Two rows of girls sat or knelt down at the Rocky Mountain College aviation booth Saturday afternoon at Girls-n-Science, each holding a block of plastic foam in one hand and a potato peeler in the other.
Their goal was to carve out an airplane wing, peeling away layers until their block turned into an elongated triangle. Then the girls stepped up to a miniature air tunnel in which their wings were individually secured by two toothpicks to see what would happen.
“As you push the wing into the wind, you can see it lift,” pilot Trena Boyd told 8-year-old Emerald Browning, as the two watched the wing flutter slightly.
Boyd asked the Lockwood Elementary third-grader where she planned to fly.
“Hawaii,” Emerald replied.
The goal of the ninth annual Girls-n-Science at Montana State University Billings is to expose girls in fourth through eighth grade to the many different science, technology, engineering and math (STEM) careers available to them, said Mary Ann Keenan, development officer at MSU Billings Foundation.
“We’re trying to encourage girls to continue their interest in science, and give them a variety of things to do and see and people to talk to,” said Keenan, director of the event. “Those people can really give them some information.”
During the morning, seventh and eighth-grade girls were invited to take part in STEM Stars, longer sessions at the Liberal Arts building featuring speakers who introduced the students to STEM careers. In the afternoon, girls in fourth through sixth grades browsed through 30 booths set up in the Alterowitz gymnasium.
Some of the girls wore nametag stickers, which displayed their hoped-for future professions. The tags revealed the presence of a potential doctor, history teacher, nurse, president, animal rescuer and microbiologist, among others.
Many of the booths, like the RMC aviation stall, were hands-on, letting girls roll up their sleeves and try a variety of activities. At one booth they filled dental cavities. At another, they created DNA jewelry, sliding different-colored beads on string.
At the Billings Works booth they donned STEM-related work clothes — ranging from lab coats and stethoscopes to fluorescent vests and hard hats — and got their photos taken. They left with a memento of the day.
At the ExxonMobil booth, 9-year-old Madilin Kenat concentrated on stirring ingredients together to make slime. The mixture of school glue, borax, water and food coloring slowly began to gel.
“It doesn’t take too long to make,” she said, as she continued the task. “If you play with it once in a while, it doesn’t get hard.”
Madilin’s nametag bore her future career aspiration: paleontologist.
“I’ve always liked to dig in the dirt and I’ve loved dinosaurs for a long time,” the Meadowlark student said. “So I just thought it would be really fun to play in the dirt and dig things up and figure out which kind of dinosaur it is.”
You can figure out certain dinosaur characteristics, she said, by examining the teeth and bones. As Madilin worked on the slime, her grandmother, Joyce Behm, looked on.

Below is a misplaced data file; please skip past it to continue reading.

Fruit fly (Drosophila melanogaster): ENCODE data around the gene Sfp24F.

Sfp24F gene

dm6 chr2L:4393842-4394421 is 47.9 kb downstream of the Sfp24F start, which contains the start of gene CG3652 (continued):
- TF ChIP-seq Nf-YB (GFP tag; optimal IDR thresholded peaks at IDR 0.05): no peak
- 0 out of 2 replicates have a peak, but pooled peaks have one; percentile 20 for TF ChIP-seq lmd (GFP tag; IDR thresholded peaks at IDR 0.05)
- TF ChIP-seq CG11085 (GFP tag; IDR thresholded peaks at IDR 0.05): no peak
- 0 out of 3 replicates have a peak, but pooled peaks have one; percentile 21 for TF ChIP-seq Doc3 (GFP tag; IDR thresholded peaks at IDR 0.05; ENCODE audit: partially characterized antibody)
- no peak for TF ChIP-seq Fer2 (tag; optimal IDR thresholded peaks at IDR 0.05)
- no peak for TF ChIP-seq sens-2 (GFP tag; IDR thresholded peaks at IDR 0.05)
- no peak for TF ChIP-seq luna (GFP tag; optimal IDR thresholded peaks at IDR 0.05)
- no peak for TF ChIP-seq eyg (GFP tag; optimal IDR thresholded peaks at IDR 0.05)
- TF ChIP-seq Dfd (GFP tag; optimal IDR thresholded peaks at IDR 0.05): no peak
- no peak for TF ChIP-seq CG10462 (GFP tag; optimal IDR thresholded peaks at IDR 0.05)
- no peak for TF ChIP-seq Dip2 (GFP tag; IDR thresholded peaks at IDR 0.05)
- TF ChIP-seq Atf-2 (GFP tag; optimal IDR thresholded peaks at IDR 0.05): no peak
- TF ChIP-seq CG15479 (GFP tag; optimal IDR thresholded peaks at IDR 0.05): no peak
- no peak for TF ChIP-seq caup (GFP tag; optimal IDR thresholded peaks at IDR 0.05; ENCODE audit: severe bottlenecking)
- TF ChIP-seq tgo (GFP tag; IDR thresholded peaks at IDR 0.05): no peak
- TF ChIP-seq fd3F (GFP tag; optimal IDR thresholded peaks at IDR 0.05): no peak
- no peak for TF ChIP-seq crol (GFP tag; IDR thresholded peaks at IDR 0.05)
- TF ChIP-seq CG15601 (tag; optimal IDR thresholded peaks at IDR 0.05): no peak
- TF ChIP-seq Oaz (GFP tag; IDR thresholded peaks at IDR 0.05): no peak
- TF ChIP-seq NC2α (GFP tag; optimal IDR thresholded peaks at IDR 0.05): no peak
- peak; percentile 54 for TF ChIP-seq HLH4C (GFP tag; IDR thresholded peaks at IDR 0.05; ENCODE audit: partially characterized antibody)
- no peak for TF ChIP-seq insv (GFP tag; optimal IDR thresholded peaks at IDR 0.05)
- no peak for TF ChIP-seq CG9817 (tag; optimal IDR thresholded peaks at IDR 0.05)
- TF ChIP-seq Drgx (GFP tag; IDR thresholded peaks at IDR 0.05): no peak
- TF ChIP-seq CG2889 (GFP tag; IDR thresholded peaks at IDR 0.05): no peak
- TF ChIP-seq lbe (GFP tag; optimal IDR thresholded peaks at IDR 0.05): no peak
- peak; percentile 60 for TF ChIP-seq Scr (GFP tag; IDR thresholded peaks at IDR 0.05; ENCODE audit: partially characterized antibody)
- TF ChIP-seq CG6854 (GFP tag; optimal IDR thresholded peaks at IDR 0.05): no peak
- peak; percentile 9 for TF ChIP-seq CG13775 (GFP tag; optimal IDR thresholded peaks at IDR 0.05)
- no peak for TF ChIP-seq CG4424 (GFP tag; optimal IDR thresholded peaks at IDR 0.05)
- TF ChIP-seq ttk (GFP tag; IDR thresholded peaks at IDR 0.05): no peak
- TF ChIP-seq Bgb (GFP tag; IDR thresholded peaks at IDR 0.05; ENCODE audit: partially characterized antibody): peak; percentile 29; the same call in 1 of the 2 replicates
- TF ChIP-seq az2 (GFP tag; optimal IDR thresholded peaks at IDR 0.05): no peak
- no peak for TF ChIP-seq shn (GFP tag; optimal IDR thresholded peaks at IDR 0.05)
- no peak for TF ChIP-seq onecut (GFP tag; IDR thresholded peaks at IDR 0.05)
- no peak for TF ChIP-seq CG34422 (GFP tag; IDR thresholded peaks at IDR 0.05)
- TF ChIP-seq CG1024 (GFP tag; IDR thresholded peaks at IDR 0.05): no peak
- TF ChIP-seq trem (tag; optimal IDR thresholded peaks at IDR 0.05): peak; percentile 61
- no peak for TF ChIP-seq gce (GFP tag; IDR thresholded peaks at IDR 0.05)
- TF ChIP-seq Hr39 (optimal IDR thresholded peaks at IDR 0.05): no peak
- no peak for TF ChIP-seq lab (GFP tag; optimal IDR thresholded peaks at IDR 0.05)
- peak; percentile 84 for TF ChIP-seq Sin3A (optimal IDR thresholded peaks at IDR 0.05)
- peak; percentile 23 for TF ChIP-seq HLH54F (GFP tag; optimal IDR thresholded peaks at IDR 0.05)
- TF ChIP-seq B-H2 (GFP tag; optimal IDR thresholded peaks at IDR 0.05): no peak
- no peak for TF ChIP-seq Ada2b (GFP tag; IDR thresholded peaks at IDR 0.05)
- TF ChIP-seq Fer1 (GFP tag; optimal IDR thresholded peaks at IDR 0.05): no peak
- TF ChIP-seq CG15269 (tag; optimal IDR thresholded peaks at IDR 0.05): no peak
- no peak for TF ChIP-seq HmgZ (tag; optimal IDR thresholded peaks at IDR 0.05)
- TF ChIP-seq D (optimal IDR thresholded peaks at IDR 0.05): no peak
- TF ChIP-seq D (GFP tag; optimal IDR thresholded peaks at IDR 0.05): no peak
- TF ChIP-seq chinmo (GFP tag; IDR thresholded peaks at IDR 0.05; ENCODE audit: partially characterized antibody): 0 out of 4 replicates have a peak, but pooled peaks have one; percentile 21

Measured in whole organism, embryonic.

Behm, looking around, was impressed with all that she saw.
“It’s been a while since I’ve been to one and I just can’t believe all the different opportunities they get to try out,” she said. “It’s awesome, and she’s having a great time.”
At the CTA Architects Engineers booth, architect Shannon Christensen handed 30 straws and two arms-lengths of masking tape to another young girl. The goal, Christensen told the girl, was to build a structure half-a-straw tall that could hold the weight of wooden blocks.
The exercise, she said as the girl worked on her creation, is meant to teach the students a bit about structural engineering and loading a structure. CTA has been part of the annual event since it began.
“It’s great to get girls exposed to different areas of science they might know about from school and pique their interest,” she said. “You never know when you might find an architect or engineer.”
Christensen took a drafting class in seventh grade and enjoyed it. That, combined with an aptitude for science and math in high school, made her chosen career a good fit.
About 50 percent of college graduates in architecture are women, she said. That number decreases somewhat in terms of licensed architects, but even that's changing.
"We see that increasing with more women graduates," she said.
Emerald, the third-grader at the RMC aviation booth, said she’d like to be an astronaut.
“Someday, if they ever let us, I want to go to Mars,” she said. “If I ever get to go to space, it will be awesome just to see all the planets.”
Boyd, who tested Emerald’s wing in the wind tunnel, was the first woman to graduate in aviation from Rocky, in 1993. She’s been flying air ambulance for Billings Clinic for 21 years.
Boyd, who grew up in Whitefish, lived next to a hospital that had a helipad.
“I used to watch the helicopters come in and land and the airplanes at the airport, and I was just fascinated from a young age,” she said. “So I decided from that age that I wanted to pursue aviation and be a pilot.”
About 6 percent of professional pilots are women, Christensen said, which is evidenced by the reactions she sometimes gets.
“When I’m flying, I get some passengers asking me if I’m the flight attendant,” she said. “I say ‘no I’m actually the senior captain up there.' So it surprises some people.”
With the number of pilots retiring creating a shortage, it's a good time to go into the profession. On Saturday, Boyd hoped to inspire the next generation of female flyers.
“We’ve got the best office seat there is,” she said. “And it’s challenging. Every day is different.”